The Great Commission: Disciple -- By: Wallace Arthur Alcorn

Journal: Central Bible Quarterly
Volume: CENQ 02:4 (Winter 1959)
Article: The Great Commission: Disciple
Author: Wallace Arthur Alcorn

The Great Commission: Disciple

Wallace Arthur Alcorn

THERE probably have been no forty days in history when a particular group of men learned as much about such important matters as did the eleven disciples between the resurrection and the ascension of their Lord.

Toward the end of these forty days Christ commissioned them for His service which was to follow His return to the Father. So succinct and comprehensive was this Great Commission that the Holy Spirit led one of them, Matthew, to conclude his account of the life and ministry of Jesus with it.

Every well-written piece of motivational literature will conclude with a “therefore.” And so Matthew does not leave his readers to guess what is the implication of the miracles, teachings, and examples which he has just narrated. He tells them, in the words of Jesus: “Go ye therefore, and teach all nations, baptizing them in the name of the Father, and of the Son, and of the Holy Ghost: Teaching them to observe all things whatsoever I have commanded you...” (28:19, 20, AV)

It is a frequent experience of serious Bible students to discover, by careful study, something which they have missed in a particular passage on previous occasions. Inasmuch as the mission of every Christian, of the Church of Christ, and of every local church reflecting His Church is contained herein, we dare not miss anything in the passage. An exegetical (Greek: to bring an explanation out of) study, therefore, is certainly valid.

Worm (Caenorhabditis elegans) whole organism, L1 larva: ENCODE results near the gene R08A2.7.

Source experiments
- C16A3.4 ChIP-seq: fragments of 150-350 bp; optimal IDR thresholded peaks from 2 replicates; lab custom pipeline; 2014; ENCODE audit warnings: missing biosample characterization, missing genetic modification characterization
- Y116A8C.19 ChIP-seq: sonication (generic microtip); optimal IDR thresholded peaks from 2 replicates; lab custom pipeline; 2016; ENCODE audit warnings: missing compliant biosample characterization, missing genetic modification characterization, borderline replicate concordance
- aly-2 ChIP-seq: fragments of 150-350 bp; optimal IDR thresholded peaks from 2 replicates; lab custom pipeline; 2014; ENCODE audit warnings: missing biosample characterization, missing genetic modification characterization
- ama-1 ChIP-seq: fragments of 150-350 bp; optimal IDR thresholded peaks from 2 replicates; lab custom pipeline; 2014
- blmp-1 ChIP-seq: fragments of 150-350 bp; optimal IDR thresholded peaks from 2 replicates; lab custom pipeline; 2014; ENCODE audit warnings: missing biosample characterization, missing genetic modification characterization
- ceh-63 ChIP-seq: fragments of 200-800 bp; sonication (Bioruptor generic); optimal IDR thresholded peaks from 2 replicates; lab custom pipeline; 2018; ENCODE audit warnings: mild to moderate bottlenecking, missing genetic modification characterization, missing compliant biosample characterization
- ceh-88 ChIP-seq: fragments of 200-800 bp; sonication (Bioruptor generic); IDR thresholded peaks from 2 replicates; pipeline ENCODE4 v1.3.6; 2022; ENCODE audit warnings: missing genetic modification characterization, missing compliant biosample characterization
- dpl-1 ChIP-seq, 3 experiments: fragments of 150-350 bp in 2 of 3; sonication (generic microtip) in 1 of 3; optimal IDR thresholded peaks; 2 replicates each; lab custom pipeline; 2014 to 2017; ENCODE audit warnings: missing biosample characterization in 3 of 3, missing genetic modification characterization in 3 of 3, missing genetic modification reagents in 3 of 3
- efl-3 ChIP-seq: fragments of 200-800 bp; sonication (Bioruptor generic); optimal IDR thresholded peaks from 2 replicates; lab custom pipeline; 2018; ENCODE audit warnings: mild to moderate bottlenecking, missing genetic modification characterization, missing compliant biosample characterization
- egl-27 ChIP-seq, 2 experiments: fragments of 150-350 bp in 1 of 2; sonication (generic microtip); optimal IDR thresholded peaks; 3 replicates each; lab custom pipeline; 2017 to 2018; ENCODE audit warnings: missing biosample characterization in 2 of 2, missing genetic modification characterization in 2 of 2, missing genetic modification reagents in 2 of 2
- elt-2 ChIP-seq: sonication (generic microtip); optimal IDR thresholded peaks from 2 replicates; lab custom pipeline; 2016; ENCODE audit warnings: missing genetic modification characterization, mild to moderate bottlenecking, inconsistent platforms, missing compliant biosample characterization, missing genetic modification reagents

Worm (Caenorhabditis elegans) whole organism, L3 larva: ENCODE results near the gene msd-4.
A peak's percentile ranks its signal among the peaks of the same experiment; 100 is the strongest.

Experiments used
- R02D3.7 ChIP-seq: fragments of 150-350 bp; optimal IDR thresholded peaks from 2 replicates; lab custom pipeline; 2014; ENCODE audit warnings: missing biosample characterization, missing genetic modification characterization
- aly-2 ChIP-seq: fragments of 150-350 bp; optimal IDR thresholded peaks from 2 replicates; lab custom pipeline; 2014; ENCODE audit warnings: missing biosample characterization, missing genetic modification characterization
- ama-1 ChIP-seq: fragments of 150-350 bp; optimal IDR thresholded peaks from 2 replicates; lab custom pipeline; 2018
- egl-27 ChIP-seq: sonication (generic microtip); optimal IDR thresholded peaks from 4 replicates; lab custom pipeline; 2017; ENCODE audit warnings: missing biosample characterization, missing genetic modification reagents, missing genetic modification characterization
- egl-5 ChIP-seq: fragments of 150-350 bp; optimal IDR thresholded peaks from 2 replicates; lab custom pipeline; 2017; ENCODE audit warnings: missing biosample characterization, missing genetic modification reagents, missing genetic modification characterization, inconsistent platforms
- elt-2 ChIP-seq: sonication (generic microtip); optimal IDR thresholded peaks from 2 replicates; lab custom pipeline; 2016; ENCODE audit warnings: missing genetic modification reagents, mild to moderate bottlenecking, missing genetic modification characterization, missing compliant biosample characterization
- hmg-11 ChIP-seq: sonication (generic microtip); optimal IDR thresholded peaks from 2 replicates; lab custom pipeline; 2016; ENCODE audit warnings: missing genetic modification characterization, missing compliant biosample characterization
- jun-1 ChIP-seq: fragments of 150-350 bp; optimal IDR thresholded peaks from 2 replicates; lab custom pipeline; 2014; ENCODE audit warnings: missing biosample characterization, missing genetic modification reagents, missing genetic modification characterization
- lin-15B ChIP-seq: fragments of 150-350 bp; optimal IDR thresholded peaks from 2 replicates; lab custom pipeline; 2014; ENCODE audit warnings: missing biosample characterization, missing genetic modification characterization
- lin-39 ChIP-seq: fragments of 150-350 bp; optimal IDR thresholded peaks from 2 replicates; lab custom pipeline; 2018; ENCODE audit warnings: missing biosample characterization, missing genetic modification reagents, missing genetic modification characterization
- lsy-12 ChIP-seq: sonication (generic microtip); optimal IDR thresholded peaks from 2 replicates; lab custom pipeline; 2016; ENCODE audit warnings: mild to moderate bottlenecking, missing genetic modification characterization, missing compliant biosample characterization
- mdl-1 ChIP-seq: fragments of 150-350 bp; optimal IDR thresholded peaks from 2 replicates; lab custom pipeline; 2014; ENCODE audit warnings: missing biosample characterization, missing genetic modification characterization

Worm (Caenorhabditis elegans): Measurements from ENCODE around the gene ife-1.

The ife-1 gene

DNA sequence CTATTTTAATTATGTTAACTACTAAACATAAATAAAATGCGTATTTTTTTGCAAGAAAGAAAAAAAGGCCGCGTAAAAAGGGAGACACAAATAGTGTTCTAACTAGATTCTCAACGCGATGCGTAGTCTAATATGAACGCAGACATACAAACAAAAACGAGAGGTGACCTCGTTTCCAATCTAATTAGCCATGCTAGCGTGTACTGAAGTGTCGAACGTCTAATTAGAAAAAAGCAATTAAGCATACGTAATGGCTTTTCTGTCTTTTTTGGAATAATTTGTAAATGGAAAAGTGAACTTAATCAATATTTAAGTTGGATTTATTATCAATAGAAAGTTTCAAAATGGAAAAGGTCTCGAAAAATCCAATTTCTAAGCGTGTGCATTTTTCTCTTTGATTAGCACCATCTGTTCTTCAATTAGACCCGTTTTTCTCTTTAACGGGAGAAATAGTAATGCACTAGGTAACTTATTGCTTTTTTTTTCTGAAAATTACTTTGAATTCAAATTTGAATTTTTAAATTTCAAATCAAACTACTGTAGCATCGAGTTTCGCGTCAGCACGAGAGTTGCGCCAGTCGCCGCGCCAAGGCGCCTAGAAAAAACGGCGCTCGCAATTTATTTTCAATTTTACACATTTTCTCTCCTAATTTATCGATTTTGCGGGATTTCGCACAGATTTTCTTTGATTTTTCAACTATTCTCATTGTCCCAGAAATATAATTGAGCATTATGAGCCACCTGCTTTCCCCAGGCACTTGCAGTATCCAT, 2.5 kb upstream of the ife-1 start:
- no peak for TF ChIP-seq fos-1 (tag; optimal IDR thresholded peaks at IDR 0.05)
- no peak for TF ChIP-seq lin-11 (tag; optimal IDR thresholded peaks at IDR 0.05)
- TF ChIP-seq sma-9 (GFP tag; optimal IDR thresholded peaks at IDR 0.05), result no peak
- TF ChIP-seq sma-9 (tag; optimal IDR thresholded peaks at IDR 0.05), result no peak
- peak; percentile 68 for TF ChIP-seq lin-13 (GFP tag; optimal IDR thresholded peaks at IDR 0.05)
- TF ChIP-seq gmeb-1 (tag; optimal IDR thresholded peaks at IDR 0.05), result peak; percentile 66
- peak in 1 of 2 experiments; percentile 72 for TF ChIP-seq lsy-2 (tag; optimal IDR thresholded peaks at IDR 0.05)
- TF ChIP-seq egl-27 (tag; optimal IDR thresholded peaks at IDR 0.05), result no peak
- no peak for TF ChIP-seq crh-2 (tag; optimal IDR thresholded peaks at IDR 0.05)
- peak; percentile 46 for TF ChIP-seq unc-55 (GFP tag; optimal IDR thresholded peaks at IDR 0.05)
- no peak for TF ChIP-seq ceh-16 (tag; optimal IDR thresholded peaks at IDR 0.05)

The Verbs

There are four key verbs in this command which must be understood: “go,” “teach” (actually: disciple), “baptizing,” and “teaching.” If. we understand these, we understand the Great Commission.

The Imperative: Disciple

The Greek word which the translators of the King James Version (Authorized Version, AV) rendered “teach” is matheteuo. This rendition is unfortunate, since it presents only the initial action in that which our Lord commanded. The word for “teach” is didasko, and is used later in the Commission. Matheteuo certainly involves teaching—but also conviction, conversion and continuance. It means, literally, “to disciple” or “to make disciples” (so corrected in ASV and RSV).

This, of course, presents a more serious and infinitely more difficult task to the obedient Christian. It is not enough to “teach” or “witness”; we must win those we teach and make disciples of those to whom we witness. When our Lord instructed His disciples that they were to b...

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